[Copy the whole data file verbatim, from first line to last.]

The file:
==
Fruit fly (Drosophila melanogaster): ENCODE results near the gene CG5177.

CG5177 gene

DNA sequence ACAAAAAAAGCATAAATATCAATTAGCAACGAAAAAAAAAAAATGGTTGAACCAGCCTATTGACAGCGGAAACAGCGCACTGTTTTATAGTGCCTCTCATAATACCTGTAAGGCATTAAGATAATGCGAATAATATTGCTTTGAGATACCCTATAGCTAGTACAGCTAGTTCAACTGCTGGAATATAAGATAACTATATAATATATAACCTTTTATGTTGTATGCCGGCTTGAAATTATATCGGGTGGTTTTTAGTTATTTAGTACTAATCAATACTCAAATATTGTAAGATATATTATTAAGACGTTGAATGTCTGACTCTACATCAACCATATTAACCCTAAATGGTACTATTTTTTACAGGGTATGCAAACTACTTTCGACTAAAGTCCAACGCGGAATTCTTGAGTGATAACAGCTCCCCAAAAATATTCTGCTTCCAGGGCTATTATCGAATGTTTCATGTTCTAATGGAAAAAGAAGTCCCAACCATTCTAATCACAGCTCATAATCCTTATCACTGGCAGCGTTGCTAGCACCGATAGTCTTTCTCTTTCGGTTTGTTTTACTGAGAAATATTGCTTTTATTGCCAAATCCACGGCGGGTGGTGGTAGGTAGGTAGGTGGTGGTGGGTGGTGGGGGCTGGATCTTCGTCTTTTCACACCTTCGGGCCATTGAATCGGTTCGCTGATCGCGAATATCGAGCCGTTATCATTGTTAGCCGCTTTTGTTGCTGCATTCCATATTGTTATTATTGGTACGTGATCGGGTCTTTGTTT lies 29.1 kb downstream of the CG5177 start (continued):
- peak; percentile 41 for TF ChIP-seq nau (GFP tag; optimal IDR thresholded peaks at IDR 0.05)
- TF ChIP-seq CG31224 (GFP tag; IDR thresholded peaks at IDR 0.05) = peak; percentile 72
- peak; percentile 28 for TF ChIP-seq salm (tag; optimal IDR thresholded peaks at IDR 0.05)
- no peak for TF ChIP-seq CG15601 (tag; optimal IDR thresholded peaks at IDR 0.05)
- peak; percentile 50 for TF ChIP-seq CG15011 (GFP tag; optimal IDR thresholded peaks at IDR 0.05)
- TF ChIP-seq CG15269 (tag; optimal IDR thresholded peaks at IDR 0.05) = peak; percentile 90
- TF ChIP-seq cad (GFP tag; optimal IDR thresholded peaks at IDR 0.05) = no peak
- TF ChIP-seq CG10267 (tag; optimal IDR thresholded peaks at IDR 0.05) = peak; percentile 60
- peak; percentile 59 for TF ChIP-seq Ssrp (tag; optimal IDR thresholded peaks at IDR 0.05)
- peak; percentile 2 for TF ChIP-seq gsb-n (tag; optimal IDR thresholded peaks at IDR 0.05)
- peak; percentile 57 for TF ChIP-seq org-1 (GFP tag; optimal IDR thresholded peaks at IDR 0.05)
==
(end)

Fruit fly (Drosophila melanogaster): ENCODE results near the gene CG5177.

CG5177 gene

DNA sequence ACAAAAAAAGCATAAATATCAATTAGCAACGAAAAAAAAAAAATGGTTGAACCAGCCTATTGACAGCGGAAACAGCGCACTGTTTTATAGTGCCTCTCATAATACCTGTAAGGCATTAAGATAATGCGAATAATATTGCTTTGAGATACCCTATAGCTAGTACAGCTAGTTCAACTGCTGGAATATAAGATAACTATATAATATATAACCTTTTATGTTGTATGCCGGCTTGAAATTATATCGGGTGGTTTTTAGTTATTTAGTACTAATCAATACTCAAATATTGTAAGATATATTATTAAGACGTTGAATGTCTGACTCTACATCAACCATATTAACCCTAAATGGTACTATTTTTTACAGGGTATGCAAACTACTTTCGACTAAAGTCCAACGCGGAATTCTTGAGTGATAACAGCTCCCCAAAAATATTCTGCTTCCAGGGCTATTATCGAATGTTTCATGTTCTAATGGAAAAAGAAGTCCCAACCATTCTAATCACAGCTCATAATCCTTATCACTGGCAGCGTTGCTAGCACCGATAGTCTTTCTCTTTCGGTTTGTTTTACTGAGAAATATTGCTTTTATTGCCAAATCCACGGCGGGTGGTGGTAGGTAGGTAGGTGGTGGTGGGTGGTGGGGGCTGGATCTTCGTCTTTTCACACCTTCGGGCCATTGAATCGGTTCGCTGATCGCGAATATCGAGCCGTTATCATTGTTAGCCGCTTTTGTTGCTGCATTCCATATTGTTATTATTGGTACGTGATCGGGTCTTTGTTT lies 29.1 kb downstream of the CG5177 start (continued):
- peak; percentile 41 for TF ChIP-seq nau (GFP tag; optimal IDR thresholded peaks at IDR 0.05)
- TF ChIP-seq CG31224 (GFP tag; IDR thresholded peaks at IDR 0.05) = peak; percentile 72
- peak; percentile 28 for TF ChIP-seq salm (tag; optimal IDR thresholded peaks at IDR 0.05)
- no peak for TF ChIP-seq CG15601 (tag; optimal IDR thresholded peaks at IDR 0.05)
- peak; percentile 50 for TF ChIP-seq CG15011 (GFP tag; optimal IDR thresholded peaks at IDR 0.05)
- TF ChIP-seq CG15269 (tag; optimal IDR thresholded peaks at IDR 0.05) = peak; percentile 90
- TF ChIP-seq cad (GFP tag; optimal IDR thresholded peaks at IDR 0.05) = no peak
- TF ChIP-seq CG10267 (tag; optimal IDR thresholded peaks at IDR 0.05) = peak; percentile 60
- peak; percentile 59 for TF ChIP-seq Ssrp (tag; optimal IDR thresholded peaks at IDR 0.05)
- peak; percentile 2 for TF ChIP-seq gsb-n (tag; optimal IDR thresholded peaks at IDR 0.05)
- peak; percentile 57 for TF ChIP-seq org-1 (GFP tag; optimal IDR thresholded peaks at IDR 0.05)